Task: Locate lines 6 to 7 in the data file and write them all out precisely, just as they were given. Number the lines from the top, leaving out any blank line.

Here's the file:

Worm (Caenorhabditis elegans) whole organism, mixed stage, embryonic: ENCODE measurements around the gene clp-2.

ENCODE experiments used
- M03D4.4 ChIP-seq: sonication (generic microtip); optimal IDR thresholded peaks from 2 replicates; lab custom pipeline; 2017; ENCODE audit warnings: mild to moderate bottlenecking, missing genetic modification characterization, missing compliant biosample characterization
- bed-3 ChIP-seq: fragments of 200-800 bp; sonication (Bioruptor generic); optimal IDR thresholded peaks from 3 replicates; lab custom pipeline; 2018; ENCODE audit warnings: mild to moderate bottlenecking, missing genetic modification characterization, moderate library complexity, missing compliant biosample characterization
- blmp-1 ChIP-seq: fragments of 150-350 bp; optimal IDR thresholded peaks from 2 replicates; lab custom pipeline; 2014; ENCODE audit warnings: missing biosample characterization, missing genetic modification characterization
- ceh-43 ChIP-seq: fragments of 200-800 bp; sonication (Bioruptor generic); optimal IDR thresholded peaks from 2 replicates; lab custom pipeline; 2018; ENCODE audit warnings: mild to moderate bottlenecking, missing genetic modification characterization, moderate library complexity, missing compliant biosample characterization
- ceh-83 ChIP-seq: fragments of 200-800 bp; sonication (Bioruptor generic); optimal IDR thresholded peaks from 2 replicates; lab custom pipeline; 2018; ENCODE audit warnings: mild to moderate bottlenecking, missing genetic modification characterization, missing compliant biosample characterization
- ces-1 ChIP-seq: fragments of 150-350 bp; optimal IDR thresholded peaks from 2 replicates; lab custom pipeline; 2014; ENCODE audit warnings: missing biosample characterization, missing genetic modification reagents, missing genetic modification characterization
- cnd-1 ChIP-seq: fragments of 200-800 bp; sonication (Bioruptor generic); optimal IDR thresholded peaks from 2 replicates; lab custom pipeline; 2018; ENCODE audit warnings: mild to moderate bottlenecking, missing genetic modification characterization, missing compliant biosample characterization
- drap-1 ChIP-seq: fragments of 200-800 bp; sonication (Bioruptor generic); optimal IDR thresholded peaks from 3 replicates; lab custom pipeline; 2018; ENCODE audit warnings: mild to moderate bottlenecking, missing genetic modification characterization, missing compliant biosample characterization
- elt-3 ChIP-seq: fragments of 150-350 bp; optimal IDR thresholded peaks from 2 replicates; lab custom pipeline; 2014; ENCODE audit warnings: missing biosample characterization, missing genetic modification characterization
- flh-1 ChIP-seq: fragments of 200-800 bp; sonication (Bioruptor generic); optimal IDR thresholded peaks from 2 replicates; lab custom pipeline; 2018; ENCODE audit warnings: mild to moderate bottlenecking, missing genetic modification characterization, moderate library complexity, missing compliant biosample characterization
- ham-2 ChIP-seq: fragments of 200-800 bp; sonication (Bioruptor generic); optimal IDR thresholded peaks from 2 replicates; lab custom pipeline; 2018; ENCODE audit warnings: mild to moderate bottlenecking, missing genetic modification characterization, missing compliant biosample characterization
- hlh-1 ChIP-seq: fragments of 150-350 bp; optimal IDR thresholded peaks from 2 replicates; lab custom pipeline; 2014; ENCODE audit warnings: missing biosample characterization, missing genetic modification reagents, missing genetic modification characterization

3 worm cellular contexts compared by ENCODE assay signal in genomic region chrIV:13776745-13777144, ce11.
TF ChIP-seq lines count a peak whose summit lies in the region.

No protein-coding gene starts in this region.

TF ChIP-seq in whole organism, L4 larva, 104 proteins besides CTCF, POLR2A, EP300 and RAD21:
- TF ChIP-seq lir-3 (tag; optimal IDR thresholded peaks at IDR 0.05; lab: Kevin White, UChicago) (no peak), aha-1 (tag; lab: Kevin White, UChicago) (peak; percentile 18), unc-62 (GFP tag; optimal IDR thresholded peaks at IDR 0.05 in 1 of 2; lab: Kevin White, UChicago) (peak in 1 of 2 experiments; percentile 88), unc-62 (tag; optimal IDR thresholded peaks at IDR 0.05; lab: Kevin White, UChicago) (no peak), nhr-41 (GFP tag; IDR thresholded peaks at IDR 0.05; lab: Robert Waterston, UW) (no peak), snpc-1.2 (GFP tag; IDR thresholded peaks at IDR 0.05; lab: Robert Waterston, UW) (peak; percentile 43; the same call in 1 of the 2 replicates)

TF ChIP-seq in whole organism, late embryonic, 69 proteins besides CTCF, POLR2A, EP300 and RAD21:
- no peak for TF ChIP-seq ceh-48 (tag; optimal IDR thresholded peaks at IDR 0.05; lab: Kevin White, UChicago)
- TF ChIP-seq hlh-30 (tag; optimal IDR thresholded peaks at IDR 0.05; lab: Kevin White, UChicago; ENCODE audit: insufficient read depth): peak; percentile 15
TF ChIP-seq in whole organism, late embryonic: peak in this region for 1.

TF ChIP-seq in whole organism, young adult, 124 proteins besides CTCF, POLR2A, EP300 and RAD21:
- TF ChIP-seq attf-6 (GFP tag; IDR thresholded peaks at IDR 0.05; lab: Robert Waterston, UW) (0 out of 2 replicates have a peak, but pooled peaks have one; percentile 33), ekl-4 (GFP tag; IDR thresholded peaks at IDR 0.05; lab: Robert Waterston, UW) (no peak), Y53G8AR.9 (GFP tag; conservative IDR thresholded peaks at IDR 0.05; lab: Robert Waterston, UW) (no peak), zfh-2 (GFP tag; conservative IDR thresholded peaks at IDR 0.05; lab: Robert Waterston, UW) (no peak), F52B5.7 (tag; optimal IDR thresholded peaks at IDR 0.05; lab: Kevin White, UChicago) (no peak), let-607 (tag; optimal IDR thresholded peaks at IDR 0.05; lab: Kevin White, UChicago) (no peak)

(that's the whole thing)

- ceh-43 ChIP-seq: fragments of 200-800 bp; sonication (Bioruptor generic); optimal IDR thresholded peaks from 2 replicates; lab custom pipeline; 2018; ENCODE audit warnings: mild to moderate bottlenecking, missing genetic modification characterization, moderate library complexity, missing compliant biosample characterization
- ceh-83 ChIP-seq: fragments of 200-800 bp; sonication (Bioruptor generic); optimal IDR thresholded peaks from 2 replicates; lab custom pipeline; 2018; ENCODE audit warnings: mild to moderate bottlenecking, missing genetic modification characterization, missing compliant biosample characterization